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Book Review: iPhone SDK 3 Visual Quickstart Guide

CocoaHeads Sydney member Duncan Campbell has just published a book with PeachPit press titled "iPhone SDK 3 Visual Quickstart Guide".

Like all of Peachpit's "Visual Quickstart Guides", the book is mostly broken into two columns - text and images. At first I thought it would suck! As soon as I got into it though, I quite liked the thin column. It has readability like a newspaper, although it did make following inline code a little tedious.

The book covered all the basics you need for making a great app, and made some tricky tasks simple - like custom cells and multi-touch.

It avoids a common approach of many intro books where they continually build into an ever evolving single app. Instead, each example is short and entirely standalone. I have to say it was refreshing - it avoided wasting time in frivolities and allowed the author to introduce concepts at the time he chose, rather than the time it was needed to continue building the app.

I also appreciated the time spent on one of the most important rools - the Xcode interface. Even I learned a handy Xcode shortcut!

The choice to use code for UI layout instead of interface builder makes the writing easier to follow, no enless 'click here, control click and drag here...' and also avoids those madenning bugs where you've missed a step but can't easily compare the compound result. Similarly, the continual tweaks to IB won't invalidate the examples.

I also appreciated how each example was standalone - building and running an interesting looking example didn't rely on carefully building examples stretching back through previous chapters.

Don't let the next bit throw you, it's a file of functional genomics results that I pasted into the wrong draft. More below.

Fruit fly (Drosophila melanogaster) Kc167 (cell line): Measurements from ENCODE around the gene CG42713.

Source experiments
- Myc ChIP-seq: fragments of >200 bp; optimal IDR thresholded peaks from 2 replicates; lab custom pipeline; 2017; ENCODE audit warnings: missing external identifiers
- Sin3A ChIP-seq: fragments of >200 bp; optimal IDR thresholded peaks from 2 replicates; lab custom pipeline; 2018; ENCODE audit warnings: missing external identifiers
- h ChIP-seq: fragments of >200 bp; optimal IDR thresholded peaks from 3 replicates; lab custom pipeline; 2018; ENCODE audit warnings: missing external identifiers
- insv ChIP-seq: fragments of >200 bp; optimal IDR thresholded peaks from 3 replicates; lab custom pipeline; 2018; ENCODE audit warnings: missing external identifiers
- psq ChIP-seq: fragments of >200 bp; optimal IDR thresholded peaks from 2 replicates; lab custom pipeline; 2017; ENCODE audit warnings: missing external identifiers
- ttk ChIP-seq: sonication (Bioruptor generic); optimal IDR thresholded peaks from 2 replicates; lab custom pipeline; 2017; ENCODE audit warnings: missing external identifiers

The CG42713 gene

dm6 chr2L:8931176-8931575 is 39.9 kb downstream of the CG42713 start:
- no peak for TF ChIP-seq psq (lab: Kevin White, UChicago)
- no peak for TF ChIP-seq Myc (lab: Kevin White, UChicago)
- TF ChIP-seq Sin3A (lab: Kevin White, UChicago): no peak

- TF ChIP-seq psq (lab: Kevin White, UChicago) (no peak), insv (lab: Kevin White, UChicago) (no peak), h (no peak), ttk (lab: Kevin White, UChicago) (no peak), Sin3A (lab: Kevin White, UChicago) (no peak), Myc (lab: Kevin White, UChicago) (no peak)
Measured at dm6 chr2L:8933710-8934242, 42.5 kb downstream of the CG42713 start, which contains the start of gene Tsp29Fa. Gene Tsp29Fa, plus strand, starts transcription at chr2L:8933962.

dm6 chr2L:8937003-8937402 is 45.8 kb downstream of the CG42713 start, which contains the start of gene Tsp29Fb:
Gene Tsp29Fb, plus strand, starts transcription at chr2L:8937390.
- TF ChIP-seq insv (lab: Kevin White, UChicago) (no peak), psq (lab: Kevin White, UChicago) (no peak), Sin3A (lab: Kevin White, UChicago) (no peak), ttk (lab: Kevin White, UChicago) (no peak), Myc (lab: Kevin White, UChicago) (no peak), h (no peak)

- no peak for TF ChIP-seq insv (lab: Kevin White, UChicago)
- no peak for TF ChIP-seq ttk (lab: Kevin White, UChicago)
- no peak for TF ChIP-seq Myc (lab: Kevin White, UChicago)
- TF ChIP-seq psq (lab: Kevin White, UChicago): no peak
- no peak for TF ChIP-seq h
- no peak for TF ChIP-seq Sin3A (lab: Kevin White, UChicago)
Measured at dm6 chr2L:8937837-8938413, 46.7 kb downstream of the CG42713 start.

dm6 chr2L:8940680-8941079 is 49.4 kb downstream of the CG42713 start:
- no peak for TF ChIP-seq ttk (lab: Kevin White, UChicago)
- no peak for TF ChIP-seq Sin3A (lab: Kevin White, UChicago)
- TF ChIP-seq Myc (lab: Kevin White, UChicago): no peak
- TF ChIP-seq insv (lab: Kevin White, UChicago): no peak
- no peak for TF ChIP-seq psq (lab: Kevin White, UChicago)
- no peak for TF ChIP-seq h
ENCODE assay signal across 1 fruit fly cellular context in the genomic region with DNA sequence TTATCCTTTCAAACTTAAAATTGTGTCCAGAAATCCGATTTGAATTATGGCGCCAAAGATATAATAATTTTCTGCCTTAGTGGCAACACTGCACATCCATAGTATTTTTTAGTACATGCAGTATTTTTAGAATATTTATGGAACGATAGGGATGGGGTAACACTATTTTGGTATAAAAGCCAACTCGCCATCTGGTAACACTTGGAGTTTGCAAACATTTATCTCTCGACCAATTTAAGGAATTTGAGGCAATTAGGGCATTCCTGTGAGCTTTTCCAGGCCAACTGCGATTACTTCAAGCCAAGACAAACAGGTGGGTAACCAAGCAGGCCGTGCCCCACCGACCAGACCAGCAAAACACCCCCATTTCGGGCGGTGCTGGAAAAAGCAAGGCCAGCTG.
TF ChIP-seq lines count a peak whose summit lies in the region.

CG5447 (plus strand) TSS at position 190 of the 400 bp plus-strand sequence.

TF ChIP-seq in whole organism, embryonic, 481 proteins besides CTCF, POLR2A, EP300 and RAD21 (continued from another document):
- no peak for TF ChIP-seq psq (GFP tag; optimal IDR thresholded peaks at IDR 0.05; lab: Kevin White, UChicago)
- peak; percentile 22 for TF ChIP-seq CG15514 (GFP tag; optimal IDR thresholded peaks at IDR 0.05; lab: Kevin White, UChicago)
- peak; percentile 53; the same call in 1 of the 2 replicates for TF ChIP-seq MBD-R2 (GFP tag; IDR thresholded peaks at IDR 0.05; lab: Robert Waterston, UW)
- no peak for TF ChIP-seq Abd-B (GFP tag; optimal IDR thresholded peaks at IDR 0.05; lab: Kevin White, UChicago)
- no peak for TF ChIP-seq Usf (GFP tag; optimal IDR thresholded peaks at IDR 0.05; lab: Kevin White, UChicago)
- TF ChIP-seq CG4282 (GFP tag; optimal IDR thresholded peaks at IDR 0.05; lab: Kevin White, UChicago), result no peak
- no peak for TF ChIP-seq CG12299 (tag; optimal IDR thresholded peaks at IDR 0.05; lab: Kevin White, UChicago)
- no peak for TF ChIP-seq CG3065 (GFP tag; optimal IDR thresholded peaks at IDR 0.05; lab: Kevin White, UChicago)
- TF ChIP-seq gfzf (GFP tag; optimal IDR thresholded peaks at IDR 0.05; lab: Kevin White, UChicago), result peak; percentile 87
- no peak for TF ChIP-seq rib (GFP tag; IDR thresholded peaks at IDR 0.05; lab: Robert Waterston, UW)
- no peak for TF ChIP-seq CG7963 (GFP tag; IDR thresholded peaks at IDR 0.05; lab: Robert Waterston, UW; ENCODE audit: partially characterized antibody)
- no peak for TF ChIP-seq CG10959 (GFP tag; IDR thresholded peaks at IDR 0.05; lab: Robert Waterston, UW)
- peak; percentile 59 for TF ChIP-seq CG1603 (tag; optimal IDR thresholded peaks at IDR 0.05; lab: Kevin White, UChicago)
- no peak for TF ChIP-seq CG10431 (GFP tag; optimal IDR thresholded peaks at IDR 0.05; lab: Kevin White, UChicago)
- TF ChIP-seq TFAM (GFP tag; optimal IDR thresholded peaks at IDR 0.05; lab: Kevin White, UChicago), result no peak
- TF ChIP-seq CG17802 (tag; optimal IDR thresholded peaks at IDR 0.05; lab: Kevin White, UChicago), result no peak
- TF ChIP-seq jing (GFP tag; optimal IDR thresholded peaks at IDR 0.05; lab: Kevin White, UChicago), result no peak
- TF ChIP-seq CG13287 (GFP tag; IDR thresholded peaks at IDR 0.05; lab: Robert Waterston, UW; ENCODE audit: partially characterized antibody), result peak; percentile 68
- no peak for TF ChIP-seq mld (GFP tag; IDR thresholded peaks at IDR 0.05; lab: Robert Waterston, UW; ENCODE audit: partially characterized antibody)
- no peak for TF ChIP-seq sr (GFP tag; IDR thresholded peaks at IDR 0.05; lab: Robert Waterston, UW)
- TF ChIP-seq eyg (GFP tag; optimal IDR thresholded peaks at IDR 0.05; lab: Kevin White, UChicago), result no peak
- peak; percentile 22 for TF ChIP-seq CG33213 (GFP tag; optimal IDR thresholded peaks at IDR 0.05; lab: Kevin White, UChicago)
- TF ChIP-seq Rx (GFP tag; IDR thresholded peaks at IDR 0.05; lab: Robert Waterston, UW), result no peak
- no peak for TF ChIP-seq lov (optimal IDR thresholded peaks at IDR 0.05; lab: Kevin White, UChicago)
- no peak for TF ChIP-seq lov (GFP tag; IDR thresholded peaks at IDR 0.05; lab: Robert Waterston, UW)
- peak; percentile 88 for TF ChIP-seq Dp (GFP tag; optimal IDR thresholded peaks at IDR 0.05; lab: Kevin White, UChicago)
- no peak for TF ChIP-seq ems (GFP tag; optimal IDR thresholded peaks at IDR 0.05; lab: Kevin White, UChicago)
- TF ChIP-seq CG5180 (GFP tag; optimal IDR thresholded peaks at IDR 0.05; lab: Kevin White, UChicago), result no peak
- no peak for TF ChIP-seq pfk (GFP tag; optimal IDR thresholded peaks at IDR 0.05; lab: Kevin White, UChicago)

Two extra chapters can be downloaded as PDFs from the Peachpit press website once you have the book covering the Address Book api and the Media apis. The latter is very useful - covering saved images, using the camera and playing audio and video.

While this is a book for people starting out with iPhone programming, it's not for people who have never programmed before. If you have programmed before but don't know at least the bare basics of one of C, C++, Objective-C then I would suggest completing an introduction to Objective-C first. Apple has one and there are lots of great books.

One of the positives above is that the use of code to create UI controls is repeatable, easy to error check and shows how it all works. Once you start building apps, though, you'll use Interface Builder a lot. You'll need to brush up on that after completing this book. Again, Apple has one and there are lots of great books! Aaron Hillegass's Cocoa Programming for Mac OS X will cover both Objective-C and Interface Builder really well - and you'll learn how to write MacOS X apps to boot!

So in summary, it's a great book. I enjoyed it and you hopefully will too! Available at Amazon and all good bookstores :)

04:33 AM, 25 Oct 2009 by Mark Aufflick Permalink | Comments (2)


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